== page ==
September 27, 2013
Animal Agriculture One of the Largest Contributors to Global Warming, UN Body Reaffirms
HSI urges consideration of animal welfare and sustainable consumption
WASHINGTON, D.C. — The Food and Agriculture Organization of the United Nations has reaffirmed the devastating impacts of raising tens of billions of animals for food, following up on its seminal 2006 report on livestock’s effects on the environment. Humane Society International again calls for increased attention to animal welfare and ecological sustainability in agriculture and a worldwide reduction in meat consumption. The alternative would mean dire consequences for the planet and all animals.
More than 70 billion land animals are raised for human consumption each year. In 2006, the FAO concluded that the livestock sector was one of the top two or three major contributors to environmental degradation. Seven years later, this is still the case, with animal agriculture alone representing 14.5 percent of global, human-induced greenhouse gas emissions, according to the follow-up report, Tackling Climate Change Through Livestock. The updated report recognizes that animal welfare safeguards should be included when pursuing emissions reductions programs in the farm animal sector.
“Clearly, we need a rapid and vast redesign of the way we raise animals for food,” said Geoff Orme-Evans, Humane Society International’s public policy manager. “Billions of animals around the globe suffer from extreme confinement and poor welfare on industrial farm animal production facilities. To help animals and the environment, we need to reduce the numbers of animals we raise for food and find humane solutions to environmental problems.”
HSI advocates compassionate eating – or the Three Rs: “reducing” or “replacing” consumption of animal products, and “refining” our diets by choosing products from sources that adhere to higher animal welfare standards.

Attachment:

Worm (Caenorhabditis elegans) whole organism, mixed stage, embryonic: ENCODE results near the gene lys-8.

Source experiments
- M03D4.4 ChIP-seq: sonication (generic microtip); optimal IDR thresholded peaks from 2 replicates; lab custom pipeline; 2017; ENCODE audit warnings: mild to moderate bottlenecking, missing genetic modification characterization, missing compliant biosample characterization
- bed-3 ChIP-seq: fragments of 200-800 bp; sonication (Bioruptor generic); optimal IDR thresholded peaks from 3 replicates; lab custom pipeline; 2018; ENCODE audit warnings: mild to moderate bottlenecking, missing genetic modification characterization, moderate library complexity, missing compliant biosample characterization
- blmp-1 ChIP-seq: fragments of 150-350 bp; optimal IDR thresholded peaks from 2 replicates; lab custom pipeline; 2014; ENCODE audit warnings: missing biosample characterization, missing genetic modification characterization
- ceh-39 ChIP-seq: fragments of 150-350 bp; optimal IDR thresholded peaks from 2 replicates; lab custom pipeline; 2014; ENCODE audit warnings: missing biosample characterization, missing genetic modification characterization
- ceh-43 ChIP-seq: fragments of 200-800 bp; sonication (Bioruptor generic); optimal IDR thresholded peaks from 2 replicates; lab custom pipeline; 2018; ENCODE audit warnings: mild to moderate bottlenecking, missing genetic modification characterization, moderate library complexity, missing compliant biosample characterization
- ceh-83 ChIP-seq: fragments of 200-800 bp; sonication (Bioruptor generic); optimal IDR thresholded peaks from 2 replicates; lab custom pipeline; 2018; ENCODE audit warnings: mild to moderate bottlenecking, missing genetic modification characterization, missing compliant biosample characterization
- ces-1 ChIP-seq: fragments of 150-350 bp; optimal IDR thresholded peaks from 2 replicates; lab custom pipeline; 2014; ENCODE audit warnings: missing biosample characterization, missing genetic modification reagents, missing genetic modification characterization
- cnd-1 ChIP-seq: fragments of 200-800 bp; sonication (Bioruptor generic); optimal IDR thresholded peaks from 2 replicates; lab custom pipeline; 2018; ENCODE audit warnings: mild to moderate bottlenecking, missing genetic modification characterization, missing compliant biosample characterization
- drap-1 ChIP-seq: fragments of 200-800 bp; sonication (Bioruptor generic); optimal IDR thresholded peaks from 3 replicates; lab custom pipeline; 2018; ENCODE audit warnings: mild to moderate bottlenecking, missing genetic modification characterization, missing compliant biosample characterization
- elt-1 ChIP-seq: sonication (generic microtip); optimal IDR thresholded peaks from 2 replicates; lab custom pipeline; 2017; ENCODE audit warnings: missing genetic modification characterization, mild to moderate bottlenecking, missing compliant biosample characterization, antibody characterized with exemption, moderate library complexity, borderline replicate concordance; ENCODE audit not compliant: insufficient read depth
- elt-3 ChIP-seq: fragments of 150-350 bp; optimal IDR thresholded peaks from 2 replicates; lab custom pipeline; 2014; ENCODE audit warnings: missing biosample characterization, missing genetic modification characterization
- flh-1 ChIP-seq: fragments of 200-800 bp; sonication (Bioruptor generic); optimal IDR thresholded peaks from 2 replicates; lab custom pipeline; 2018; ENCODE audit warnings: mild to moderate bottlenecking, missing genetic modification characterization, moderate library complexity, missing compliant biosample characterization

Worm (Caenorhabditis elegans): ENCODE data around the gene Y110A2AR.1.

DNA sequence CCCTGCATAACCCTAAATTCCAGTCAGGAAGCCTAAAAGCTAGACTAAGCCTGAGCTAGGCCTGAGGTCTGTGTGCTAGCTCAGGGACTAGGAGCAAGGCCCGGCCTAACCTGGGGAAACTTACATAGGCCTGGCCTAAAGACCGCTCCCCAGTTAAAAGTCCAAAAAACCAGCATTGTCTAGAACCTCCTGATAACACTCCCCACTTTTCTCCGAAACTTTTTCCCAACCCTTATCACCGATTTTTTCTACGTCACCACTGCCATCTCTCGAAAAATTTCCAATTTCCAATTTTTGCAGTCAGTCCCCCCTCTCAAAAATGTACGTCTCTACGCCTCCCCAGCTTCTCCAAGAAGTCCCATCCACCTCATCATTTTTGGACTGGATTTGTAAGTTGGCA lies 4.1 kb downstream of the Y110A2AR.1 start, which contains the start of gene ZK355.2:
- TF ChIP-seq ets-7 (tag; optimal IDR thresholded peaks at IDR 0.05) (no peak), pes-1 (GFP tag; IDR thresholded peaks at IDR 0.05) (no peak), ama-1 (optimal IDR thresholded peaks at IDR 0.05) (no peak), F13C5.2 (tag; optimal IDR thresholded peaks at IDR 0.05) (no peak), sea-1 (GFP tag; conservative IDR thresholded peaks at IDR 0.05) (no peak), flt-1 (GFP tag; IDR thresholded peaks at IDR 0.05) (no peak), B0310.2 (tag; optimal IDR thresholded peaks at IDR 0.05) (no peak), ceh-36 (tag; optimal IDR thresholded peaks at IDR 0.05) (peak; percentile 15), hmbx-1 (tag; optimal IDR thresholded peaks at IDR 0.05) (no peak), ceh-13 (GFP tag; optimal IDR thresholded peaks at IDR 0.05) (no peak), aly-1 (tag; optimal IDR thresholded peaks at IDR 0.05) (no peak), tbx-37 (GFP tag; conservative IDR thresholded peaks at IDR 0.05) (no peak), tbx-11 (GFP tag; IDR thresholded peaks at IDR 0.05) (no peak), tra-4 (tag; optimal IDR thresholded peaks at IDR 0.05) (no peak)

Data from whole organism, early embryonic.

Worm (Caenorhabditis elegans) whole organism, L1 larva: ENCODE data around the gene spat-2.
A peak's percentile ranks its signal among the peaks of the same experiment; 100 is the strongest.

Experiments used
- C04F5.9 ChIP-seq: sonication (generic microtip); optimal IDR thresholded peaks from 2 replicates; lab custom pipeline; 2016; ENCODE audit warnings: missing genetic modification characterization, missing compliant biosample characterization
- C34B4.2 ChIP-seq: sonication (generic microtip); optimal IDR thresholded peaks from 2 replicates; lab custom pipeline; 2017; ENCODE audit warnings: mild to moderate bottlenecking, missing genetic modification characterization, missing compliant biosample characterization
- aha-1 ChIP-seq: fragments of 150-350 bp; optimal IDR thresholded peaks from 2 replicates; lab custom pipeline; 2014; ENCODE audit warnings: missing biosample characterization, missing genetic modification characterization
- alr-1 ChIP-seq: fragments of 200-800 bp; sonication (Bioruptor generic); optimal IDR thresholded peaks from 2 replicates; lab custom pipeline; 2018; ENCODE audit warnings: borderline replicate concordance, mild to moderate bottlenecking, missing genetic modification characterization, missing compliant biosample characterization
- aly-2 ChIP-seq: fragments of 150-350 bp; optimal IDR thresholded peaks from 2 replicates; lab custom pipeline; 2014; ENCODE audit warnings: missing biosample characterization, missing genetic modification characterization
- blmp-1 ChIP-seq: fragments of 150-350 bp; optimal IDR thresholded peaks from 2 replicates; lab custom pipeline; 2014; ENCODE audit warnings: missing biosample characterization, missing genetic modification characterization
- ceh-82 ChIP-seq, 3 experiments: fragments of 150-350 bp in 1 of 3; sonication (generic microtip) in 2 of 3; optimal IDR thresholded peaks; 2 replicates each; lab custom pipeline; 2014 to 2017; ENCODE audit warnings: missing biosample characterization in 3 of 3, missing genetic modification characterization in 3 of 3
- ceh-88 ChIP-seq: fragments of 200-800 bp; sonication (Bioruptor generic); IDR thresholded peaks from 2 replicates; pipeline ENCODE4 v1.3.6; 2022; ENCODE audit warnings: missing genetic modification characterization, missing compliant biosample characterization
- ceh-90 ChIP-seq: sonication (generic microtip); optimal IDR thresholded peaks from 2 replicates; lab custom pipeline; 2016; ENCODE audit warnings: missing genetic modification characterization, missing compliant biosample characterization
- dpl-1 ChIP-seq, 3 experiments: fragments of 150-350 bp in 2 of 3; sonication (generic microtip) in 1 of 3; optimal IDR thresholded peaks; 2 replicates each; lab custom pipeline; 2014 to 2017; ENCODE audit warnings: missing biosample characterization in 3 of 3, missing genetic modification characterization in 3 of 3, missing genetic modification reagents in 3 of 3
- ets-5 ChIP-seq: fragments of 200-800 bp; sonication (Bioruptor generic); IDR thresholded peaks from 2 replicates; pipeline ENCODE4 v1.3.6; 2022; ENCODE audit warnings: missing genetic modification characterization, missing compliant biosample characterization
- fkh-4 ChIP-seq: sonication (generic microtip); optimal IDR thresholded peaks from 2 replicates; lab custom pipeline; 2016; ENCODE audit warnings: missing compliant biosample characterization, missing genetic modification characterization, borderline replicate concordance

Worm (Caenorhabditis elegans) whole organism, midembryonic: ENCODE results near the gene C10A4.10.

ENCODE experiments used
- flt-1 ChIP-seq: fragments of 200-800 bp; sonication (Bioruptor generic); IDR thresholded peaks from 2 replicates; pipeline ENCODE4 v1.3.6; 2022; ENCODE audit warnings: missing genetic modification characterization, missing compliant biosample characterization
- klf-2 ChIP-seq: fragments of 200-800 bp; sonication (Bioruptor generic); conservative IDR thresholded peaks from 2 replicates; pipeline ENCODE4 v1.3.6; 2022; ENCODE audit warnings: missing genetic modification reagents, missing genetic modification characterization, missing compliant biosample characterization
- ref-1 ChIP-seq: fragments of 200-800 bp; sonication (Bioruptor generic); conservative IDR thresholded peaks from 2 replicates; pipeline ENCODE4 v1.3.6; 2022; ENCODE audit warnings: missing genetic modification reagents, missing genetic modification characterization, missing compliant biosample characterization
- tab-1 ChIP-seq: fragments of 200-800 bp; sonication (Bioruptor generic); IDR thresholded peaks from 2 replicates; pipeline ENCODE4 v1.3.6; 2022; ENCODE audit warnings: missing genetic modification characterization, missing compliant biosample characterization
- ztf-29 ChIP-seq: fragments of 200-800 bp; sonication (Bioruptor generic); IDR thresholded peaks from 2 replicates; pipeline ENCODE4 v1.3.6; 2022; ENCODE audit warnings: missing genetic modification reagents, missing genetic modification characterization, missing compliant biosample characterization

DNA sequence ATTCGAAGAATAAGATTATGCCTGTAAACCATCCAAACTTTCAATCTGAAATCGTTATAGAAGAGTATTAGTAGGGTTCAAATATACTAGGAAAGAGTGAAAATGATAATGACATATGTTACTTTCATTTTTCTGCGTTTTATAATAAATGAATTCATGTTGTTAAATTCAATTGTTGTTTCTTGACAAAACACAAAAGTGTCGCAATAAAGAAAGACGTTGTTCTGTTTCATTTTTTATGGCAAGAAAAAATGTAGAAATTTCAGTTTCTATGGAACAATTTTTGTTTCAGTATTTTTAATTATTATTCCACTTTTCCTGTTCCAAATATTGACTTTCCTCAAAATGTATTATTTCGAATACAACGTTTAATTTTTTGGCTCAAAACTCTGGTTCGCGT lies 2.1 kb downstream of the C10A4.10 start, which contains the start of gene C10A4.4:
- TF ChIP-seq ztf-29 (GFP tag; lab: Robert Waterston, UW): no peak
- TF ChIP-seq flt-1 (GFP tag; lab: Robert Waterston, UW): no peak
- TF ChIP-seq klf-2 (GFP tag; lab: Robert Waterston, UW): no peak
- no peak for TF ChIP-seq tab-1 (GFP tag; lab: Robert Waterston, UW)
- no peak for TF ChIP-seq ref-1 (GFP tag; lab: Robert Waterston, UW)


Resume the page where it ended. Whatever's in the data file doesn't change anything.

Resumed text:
HSI and its partners will continue to work with governments and international institutions to further these goals. For more information on HSI’s work and research on animal agriculture and climate change, please visit hsi.org/climatechange.
- Animal agriculture is a key contributor to climate change, water pollution and water use, and pasture expansion for farm animals is a key driver of deforestation, especially in Latin America.
- Worldwide, industrial systems now account for approximately two-thirds of egg and poultry meat production and over half of pig meat production.
- Each one of us can lessen the environmental footprint by reducing our consumption of meat, egg and milk products. According to a study from 2008, for example, in the U.S., an average household shifting from a red meat and dairy to a vegetable-based diet just one day a week reduces greenhouse gas emissions equivalent to driving about one thousand miles less per year.
- According to a 2012 study, animal products generally have larger water footprints than non-animal products. For example, in terms of protein, the water footprint is six times bigger for beef, and one and a half times larger for chicken, eggs and milk, than it is for legumes.
- Meatless Mondays is an easy and delicious way to help mitigate climate change. The campaign was created by the U.S. government as a resource-saving measure during World War I. In 2003, Johns Hopkins Bloomberg School of Public Health re-launched the effort with The Monday Campaigns to promote replacing meat one day a week for our health and the health of the planet. Increasing numbers of small farmers also are voicing support for Meatless Mondays as a means to achieve more sustainable, community based agricultural systems.
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Media Contact: Rebecca Basu, 301-258-3152, email@example.com
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Humane Society International and its partner organizations together constitute one of the world's largest animal protection organizations. For nearly 20 years, HSI has been working for the protection of all animals through the use of science, advocacy, education and hands-on programs. Celebrating animals and confronting cruelty worldwide — on the Web at hsi.org.